VI. Shining the spotlight on the  neglected humanitarian problem  of the Karabakh conflict: the fate  of missing persons According to the State Commission on  Prisoners of War, Hostages and Missing  Persons, the fate of 3890 missing people from  the first phase of the war between Azerbaijan  and Armenia remains unknown since the  1990s. These missing people are probably not  alive, their remains are in different parts of  Karabakh – in mass graves and wait for being  discovered by their dears and families. The war  in the 1990s was much more brutal for  civilians, out of 3890 missing people 719 were  civilians, including 71 children, 267 women,  and 326 elderly people. The most known tragic  event of the first Karabakh war happened in  Khodjali. The former president of Armenia said  in an interview that there was a deliberate  attack on civilians. That attack was well  documented by international human rights  organizations and media outlets.  Unfortunately, other tragedies and attacks on  civilians were not spotted and documented by  international human rights NGOs and media.  The return of Kalbajar to Azerbaijan helped to  uncover some mass graves. New facts were  obtained with regard to the tragedies of  Bashlibel. The newly discovered mass graves in  Bashlibel, along with the testimonies of the  witnesses demonstrate that the scale of  human rights violations. These violations  should be adequately evaluated and  addressed by the international community.  The Russian-brokered ceasefire deal on  November 9, 2020, stopped the 44-Day War  between Armenia and Azerbaijan. There were  some concerns about the mutual exchange of  prisoners of war (POW) and hostages, and the  exchange of dead bodies (Article 8). Since  November of 2020, Azerbaijan returned the  remains of 1618 Armenian military personal.  An active search for missing Armenian military  personal continues, however, despite  consistent demands Armenia has not delivered  any information about the fate of 3890 missing  people since the 1990s. As Fuad Chiragov,  Head of Department Center of Analysis of  International Relations (AIR Center), pointed  out, “decades and enormous efforts are  needed to heal the wounds of both societies.  Adequate international attention,  international prosecution of war criminals  might be required for confidence building  between societies; and to prevent future  tragedies too. Also, true, professional, and  humanitarian mediation of different  international NGOs which don’t pursue  geopolitical interests might help reconcile the  two societies and solve some humanitarian  issues like missing people. So far, the  international community, namely the Minsk  Group and its three Co-chairs failed to bring  the conflicting parties to a peaceful  resolution.”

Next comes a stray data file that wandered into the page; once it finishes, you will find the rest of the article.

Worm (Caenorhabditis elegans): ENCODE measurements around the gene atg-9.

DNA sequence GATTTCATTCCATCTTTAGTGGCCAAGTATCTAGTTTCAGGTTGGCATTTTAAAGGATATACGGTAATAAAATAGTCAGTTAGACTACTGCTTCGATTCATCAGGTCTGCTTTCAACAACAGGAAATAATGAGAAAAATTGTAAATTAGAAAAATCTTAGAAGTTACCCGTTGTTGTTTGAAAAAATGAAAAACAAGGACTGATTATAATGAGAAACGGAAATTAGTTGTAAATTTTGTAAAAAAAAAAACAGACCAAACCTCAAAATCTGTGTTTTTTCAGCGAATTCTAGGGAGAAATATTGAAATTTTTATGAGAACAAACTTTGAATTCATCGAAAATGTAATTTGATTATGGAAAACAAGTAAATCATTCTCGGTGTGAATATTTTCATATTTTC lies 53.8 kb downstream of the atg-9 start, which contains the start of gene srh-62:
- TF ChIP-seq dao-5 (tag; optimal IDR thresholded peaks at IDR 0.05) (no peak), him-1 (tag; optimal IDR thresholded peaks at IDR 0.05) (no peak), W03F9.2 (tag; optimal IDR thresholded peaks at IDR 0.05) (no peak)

Mirza İbrahimov 8, Baku, AZ1005, Azerbaijan, Phone: (+994 12) 596-82-39, (+994 12) 596-82-41, E-mail: info@aircenter.az www.aircenter.az